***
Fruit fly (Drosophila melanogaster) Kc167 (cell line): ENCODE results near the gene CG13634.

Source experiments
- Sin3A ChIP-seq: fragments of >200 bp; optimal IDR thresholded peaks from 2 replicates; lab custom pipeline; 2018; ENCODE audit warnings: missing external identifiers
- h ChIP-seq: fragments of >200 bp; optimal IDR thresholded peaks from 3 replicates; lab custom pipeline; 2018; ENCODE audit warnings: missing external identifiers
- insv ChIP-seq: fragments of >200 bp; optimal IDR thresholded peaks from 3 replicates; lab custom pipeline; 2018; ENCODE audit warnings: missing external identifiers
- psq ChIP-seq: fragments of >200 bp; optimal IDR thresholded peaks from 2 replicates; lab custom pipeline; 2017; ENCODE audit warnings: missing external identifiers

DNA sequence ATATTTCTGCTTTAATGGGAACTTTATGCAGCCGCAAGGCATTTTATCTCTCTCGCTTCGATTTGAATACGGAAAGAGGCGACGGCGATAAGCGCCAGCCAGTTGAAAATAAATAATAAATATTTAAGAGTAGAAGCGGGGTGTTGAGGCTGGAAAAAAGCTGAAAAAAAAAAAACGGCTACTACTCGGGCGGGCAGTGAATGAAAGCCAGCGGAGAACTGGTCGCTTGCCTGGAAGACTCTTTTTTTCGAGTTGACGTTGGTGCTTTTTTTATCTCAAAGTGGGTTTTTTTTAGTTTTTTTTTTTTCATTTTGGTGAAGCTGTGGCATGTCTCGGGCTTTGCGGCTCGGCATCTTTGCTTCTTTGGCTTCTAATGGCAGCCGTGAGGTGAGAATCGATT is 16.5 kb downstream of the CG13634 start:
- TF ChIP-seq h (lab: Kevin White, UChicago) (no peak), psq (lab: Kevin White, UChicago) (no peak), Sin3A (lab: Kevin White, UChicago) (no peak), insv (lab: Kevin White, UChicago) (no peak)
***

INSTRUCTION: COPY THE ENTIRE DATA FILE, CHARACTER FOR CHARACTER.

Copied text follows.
Fruit fly (Drosophila melanogaster) Kc167 (cell line): ENCODE results near the gene CG13634.

Source experiments
- Sin3A ChIP-seq: fragments of >200 bp; optimal IDR thresholded peaks from 2 replicates; lab custom pipeline; 2018; ENCODE audit warnings: missing external identifiers
- h ChIP-seq: fragments of >200 bp; optimal IDR thresholded peaks from 3 replicates; lab custom pipeline; 2018; ENCODE audit warnings: missing external identifiers
- insv ChIP-seq: fragments of >200 bp; optimal IDR thresholded peaks from 3 replicates; lab custom pipeline; 2018; ENCODE audit warnings: missing external identifiers
- psq ChIP-seq: fragments of >200 bp; optimal IDR thresholded peaks from 2 replicates; lab custom pipeline; 2017; ENCODE audit warnings: missing external identifiers

DNA sequence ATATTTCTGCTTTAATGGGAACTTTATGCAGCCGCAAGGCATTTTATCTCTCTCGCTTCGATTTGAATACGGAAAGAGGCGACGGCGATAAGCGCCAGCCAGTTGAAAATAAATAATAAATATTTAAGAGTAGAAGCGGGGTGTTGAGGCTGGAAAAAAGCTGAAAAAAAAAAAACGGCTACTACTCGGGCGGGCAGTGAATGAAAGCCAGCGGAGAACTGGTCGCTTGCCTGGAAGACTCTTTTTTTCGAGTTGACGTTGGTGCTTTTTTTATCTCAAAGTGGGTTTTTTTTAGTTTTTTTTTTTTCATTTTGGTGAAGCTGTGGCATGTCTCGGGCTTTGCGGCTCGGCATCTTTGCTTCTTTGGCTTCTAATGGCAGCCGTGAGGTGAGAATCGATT is 16.5 kb downstream of the CG13634 start:
- TF ChIP-seq h (lab: Kevin White, UChicago) (no peak), psq (lab: Kevin White, UChicago) (no peak), Sin3A (lab: Kevin White, UChicago) (no peak), insv (lab: Kevin White, UChicago) (no peak)